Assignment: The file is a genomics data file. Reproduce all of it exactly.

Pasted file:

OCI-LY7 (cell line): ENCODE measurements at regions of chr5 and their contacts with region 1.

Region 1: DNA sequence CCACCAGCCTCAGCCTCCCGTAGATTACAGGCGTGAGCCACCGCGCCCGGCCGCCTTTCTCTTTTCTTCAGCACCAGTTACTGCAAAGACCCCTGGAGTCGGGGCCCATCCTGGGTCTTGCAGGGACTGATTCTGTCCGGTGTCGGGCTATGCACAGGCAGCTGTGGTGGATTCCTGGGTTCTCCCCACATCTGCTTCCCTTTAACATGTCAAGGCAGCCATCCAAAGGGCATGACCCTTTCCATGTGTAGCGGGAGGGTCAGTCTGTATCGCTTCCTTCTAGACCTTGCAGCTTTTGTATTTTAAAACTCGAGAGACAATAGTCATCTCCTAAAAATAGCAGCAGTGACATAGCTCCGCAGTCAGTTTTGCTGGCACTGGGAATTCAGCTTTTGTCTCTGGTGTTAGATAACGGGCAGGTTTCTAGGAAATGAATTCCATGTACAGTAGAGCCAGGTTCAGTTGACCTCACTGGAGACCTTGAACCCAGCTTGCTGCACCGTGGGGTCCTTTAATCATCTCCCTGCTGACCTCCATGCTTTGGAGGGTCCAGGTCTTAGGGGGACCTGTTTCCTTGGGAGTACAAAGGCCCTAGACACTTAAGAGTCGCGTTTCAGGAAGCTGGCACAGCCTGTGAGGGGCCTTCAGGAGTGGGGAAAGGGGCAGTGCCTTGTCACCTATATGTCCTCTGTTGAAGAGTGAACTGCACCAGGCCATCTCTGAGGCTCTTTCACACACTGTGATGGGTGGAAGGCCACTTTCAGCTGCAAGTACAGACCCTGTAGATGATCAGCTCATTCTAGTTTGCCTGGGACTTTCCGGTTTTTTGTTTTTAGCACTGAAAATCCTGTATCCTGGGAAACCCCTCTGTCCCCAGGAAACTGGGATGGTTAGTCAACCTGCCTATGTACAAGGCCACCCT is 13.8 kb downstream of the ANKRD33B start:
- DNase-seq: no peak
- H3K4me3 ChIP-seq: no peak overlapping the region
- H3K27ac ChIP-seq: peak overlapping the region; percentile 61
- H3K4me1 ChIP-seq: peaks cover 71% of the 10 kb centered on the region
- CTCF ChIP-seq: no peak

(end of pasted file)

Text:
OCI-LY7 (cell line): ENCODE measurements at regions of chr5 and their contacts with region 1.

Region 1: DNA sequence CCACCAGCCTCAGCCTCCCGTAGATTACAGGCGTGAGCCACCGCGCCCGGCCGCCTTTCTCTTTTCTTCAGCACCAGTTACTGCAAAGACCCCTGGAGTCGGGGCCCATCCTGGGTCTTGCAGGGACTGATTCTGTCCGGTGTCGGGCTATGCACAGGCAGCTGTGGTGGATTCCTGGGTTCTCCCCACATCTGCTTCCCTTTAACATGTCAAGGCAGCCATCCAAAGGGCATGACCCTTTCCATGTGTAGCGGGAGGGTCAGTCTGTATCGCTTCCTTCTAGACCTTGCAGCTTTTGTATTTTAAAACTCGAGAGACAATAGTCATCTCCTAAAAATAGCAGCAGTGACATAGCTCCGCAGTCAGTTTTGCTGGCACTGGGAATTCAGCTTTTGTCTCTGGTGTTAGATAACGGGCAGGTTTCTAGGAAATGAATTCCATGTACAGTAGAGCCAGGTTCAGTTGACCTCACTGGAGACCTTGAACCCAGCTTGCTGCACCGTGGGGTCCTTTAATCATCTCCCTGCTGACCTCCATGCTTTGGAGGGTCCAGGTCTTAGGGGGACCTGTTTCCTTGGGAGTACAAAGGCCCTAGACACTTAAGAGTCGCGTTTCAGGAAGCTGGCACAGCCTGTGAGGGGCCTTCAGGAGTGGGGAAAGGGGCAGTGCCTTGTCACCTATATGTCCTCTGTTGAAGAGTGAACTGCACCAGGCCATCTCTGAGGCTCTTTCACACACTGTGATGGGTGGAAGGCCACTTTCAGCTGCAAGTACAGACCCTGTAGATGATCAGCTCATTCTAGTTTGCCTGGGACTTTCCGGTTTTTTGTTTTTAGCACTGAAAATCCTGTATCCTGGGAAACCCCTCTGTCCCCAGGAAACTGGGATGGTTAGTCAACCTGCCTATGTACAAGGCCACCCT is 13.8 kb downstream of the ANKRD33B start:
- DNase-seq: no peak
- H3K4me3 ChIP-seq: no peak overlapping the region
- H3K27ac ChIP-seq: peak overlapping the region; percentile 61
- H3K4me1 ChIP-seq: peaks cover 71% of the 10 kb centered on the region
- CTCF ChIP-seq: no peak